The U.S. government and media, as well as the U.N. and many of its member nations, are up in arms over North Korea’s latest nuclear weapons test.
It seems that, despite his expensive Swiss education, Kim Jong Un is following closely in his father’s (Kim Jong Il) footsteps. The U.N. has approved major economic and trade sanctions against North Korea, as a result.
And why wouldn’t he? Why wouldn’t Kim Jong Un want to give himself and his nation nuclear capability? That’s the only way to guarantee the longevity of your dictatorship, these days. Well, either that or cooperate fully with America’s corporate-operated government, and that’s just not going to happen in this case.
Let me make a dire, pessimistic prediction… There will be an explosion of a nuclear device, either here in America, or in Europe, in the next couple of decades. There is simply too much nuclear material out there, and the distribution of technology is getting harder and harder to control. And, lest we forget, there are many different groups out there, some with official flags (like Iran) and some without, that are, at this very moment, working as hard as they can to gain nuclear weapons capability.
With the current state of affairs, this nuclear progress can only be slowed by our best espionage and military efforts. We try to keep our “enemies” out of the nuclear country club, while allowing our “friends.” But one day, there will either be a “leak” of materials and technology that will allow the wrong group to get what they want, or one of our “friends” will do something stupid.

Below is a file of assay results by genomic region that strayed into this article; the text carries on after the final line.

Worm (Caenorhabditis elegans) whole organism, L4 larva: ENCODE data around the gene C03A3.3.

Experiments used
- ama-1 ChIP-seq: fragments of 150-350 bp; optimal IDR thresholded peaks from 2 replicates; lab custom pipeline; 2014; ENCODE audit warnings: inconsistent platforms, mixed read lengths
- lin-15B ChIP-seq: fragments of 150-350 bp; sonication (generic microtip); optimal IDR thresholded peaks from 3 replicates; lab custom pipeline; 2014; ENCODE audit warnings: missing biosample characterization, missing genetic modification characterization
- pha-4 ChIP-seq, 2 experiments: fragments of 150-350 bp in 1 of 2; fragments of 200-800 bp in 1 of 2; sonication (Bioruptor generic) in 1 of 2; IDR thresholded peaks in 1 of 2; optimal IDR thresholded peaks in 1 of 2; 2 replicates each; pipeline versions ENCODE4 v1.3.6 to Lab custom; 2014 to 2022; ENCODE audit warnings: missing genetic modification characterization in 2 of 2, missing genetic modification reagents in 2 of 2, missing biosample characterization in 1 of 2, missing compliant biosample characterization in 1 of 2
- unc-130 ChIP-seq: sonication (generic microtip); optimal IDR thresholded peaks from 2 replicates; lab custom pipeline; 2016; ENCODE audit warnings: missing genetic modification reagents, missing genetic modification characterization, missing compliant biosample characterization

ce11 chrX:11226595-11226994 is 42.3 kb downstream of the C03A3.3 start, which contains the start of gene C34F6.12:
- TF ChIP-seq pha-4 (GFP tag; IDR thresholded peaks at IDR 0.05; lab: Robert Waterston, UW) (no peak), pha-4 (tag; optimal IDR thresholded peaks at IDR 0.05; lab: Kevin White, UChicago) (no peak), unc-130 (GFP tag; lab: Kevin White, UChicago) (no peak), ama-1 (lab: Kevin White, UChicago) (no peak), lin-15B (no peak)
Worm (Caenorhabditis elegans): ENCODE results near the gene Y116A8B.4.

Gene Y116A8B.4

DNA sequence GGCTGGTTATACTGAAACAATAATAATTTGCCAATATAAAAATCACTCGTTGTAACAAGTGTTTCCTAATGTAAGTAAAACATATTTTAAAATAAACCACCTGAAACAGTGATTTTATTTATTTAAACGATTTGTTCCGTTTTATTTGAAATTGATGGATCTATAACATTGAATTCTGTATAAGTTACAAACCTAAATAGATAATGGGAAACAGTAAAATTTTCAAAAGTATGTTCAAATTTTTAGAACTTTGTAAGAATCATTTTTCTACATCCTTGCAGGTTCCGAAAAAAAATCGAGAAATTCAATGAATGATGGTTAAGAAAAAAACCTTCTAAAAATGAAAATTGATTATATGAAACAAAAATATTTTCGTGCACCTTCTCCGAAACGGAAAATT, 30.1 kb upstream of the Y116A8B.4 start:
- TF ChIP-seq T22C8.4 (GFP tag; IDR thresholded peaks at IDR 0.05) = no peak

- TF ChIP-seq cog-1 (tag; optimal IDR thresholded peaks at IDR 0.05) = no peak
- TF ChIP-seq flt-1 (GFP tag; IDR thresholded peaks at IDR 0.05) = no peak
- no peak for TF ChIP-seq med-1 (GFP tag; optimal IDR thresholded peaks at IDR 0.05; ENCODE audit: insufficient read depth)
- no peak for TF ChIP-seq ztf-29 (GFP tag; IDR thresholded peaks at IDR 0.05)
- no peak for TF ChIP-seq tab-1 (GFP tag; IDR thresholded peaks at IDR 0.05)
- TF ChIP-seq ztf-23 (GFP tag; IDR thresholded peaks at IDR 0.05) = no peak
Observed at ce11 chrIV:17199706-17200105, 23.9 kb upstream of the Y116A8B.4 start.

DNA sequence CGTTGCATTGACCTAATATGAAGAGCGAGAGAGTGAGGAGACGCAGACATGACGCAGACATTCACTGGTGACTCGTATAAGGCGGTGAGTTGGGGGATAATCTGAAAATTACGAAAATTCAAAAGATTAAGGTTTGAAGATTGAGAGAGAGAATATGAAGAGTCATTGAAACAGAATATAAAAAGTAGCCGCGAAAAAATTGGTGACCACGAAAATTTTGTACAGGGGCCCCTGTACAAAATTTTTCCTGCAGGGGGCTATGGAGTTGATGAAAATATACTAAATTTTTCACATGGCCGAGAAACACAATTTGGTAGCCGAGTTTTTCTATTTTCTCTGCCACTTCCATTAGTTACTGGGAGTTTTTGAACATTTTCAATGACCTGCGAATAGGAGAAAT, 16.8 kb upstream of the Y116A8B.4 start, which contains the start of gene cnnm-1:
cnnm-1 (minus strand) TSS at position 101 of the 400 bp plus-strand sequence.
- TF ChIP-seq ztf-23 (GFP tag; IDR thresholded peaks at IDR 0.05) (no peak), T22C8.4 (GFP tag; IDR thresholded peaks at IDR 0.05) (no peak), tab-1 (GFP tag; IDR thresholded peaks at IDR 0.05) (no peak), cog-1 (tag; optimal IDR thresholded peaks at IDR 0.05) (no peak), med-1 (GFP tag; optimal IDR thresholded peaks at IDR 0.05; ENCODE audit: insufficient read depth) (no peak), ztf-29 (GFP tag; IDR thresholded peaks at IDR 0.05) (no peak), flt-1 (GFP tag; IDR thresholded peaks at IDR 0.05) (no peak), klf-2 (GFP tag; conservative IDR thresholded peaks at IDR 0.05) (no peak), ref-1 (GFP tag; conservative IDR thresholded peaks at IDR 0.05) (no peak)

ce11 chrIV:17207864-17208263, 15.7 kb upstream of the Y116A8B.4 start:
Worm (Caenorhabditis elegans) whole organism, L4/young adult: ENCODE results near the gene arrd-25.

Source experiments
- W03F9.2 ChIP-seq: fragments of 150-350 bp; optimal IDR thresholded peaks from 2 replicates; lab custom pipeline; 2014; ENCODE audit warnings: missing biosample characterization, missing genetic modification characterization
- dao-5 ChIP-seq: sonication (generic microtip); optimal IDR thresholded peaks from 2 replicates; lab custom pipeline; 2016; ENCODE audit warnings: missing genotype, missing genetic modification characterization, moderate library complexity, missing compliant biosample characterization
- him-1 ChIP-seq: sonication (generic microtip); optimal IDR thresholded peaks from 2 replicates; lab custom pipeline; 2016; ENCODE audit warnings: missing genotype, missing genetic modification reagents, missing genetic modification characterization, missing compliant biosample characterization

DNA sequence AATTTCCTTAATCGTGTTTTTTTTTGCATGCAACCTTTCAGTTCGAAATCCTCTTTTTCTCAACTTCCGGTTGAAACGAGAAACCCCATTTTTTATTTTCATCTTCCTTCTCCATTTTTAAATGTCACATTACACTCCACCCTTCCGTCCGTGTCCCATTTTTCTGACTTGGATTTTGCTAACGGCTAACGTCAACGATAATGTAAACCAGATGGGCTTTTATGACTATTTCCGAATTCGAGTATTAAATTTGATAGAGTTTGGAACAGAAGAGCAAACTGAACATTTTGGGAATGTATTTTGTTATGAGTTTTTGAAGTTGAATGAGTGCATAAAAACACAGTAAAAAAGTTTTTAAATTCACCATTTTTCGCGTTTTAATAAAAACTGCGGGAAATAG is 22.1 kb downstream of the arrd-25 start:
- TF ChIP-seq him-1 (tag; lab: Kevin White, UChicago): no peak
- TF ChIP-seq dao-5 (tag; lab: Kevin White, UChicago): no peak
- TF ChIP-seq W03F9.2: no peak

There only one real solution to the threat of nuclear weapons eventually being used by either governments or terrorists – a complete, worldwide ban on any and all nuclear activity (mining, power, or weapons), except the tiny amount (with different isotopes) that’s needed for medical purposes and biological research.
This would be the only plan that could actually be enforced, and even then, only with agreement from the world’s major powers, including China and Russia (I don’t remember saying it would be easy). It would be relatively simple, with remote sensing from satellites and spy planes, to find any and all mining of nuclear material.
This would mean that we would have to finally reject the dreamy tales of efficient, low-pollution energy (that weren’t true anyway) that have been the gifts of the nuclear industry’s PR machines. We would be far safer, in so many ways.
Nukes just might be one Pandora’s box that we can close again – at least most of the way.
Tom Rossi is a commentator on politics and social issues. He is a Ph.D. student in International Sustainable Development, concentrating in natural resource and economic policy. Tom greatly enjoys a hearty debate, especially over a hearty pint of Guinness.